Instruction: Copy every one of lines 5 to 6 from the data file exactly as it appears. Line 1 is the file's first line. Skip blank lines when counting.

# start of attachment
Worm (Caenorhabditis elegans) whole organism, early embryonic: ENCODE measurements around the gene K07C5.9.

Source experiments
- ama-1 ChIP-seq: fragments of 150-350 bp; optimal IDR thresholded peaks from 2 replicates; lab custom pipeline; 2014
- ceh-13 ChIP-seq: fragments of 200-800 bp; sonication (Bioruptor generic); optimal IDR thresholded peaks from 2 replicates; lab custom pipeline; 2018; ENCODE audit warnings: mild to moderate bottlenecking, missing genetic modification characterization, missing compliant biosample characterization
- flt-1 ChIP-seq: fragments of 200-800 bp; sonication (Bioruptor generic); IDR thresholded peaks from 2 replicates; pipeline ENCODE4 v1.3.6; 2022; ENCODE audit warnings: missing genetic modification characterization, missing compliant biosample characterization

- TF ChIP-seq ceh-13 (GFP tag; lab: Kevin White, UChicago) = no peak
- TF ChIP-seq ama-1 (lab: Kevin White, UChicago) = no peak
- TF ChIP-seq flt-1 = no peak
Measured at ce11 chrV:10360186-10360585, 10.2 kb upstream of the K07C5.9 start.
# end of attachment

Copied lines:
- flt-1 ChIP-seq: fragments of 200-800 bp; sonication (Bioruptor generic); IDR thresholded peaks from 2 replicates; pipeline ENCODE4 v1.3.6; 2022; ENCODE audit warnings: missing genetic modification characterization, missing compliant biosample characterization

- TF ChIP-seq ceh-13 (GFP tag; lab: Kevin White, UChicago) = no peak